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Should all advertising of cosmetic surgery be banned? No

BMJ 2012; 345 doi: http://dx.doi.org/10.1136/bmj.e7508 (Published 07 November 2012) Cite this as: BMJ 2012;345:e7508
  1. Sally Taber, director
  1. 1Independent Healthcare Advisory Services, London WC1A 1DU
  1. SallyTaber{at}independenthealthcare.org.uk

After the recent breast implant debacle, the Department of Health is reviewing cosmetic procedures in the UK, including advertising to the public. Fazel Fatah says advertising preys on patients’ vulnerability and should be banned (doi:10.1136/bmj.e7489), but Sally Taber thinks regulation can give sufficient protection

Cosmetic surgery in the United Kingdom is a growing market, and behaves like the market for any other consumer good. A growth in demand (fuelled by coverage of celebrities in the media) leads to a competitive increase in supply, leading in turn to lower prices. What was once the preserve of the rich few is now affordable to many.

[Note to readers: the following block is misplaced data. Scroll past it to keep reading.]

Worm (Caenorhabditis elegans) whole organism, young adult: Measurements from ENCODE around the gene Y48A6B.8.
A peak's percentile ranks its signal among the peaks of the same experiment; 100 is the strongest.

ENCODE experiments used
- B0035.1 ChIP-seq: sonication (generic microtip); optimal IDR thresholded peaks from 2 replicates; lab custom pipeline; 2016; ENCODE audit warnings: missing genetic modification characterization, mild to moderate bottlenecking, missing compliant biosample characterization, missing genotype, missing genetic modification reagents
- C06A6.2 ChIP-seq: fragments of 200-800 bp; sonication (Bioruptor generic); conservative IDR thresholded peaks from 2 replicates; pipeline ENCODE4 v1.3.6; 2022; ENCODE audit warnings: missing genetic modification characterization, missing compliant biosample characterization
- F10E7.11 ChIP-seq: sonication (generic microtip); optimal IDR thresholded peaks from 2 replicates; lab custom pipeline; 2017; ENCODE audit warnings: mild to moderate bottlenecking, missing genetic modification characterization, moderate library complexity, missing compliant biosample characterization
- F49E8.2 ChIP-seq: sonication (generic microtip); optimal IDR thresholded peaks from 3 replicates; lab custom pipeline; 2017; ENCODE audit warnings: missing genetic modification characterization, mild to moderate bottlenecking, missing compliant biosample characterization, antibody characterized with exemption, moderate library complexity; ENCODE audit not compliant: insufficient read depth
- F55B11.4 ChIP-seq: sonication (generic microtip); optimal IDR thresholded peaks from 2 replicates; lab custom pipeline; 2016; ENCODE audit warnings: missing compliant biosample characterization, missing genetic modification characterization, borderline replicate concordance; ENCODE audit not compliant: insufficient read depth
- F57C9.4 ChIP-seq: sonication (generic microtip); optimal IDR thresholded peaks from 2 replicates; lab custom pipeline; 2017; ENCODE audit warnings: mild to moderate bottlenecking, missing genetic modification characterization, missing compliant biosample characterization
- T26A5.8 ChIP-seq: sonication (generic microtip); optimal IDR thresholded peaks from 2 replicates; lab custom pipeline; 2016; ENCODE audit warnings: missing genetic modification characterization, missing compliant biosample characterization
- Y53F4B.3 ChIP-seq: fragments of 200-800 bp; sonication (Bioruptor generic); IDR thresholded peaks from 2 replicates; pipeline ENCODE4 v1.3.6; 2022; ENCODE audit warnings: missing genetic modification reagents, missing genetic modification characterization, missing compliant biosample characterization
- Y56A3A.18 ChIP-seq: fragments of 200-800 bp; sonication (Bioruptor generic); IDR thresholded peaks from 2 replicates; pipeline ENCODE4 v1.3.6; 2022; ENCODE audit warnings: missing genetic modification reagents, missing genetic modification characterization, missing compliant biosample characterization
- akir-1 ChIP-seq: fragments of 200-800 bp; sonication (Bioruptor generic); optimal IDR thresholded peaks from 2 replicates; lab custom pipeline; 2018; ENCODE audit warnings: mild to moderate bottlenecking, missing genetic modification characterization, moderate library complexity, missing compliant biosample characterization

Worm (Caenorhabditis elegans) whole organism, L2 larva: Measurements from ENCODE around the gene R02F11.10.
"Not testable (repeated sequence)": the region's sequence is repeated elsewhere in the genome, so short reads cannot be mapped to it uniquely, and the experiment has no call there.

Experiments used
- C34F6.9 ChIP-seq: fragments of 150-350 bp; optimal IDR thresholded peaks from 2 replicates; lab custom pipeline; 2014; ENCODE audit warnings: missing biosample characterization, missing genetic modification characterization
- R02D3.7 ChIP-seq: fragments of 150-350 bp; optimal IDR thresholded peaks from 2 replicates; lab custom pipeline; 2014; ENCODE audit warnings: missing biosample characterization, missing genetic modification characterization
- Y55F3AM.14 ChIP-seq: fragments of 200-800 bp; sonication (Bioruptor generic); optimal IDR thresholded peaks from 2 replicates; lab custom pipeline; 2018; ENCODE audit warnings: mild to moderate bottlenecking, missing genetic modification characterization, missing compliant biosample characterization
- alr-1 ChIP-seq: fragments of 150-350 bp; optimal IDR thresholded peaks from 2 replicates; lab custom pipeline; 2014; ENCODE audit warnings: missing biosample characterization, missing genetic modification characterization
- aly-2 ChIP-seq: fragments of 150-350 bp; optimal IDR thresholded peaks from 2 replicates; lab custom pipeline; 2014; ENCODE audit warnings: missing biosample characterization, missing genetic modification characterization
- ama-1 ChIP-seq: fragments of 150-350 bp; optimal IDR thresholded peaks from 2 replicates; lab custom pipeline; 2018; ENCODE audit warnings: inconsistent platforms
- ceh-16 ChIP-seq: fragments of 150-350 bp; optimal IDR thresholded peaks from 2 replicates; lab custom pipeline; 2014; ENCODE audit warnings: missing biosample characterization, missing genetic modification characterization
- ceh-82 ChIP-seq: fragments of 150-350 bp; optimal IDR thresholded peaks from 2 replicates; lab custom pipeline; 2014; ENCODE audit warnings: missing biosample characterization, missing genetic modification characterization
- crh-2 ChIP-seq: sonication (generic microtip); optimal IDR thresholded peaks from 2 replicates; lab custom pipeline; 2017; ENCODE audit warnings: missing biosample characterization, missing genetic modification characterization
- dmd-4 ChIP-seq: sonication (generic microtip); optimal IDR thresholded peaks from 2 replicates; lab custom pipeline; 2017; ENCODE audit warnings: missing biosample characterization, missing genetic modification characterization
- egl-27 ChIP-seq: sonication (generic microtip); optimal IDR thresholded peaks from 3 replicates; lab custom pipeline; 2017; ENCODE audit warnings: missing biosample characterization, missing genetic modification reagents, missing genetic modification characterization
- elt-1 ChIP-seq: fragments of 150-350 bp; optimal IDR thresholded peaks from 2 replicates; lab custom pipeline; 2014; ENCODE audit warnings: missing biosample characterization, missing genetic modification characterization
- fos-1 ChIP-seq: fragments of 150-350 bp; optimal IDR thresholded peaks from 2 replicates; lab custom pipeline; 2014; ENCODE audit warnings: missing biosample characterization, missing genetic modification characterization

Every consumer magazine from Woman’s Own to Hello! gives advice on how to improve one’s appearance and stay young. Direct advertising of cosmetic surgery is a tiny, albeit important, aspect of this culture, and it is misguided to think that banning it will reduce demand.

The functions of advertising in this, as in any free market, are to inform and persuade. Restriction of information can lead to monopolies that deform the market, acting against the public interest. It would be regressive to back an advertising ban in this multimillion pound industry.

The Independent Healthcare Advisory Services (IHAS) is a trade body of which all major independent acute healthcare providers in the United Kingdom are members. …

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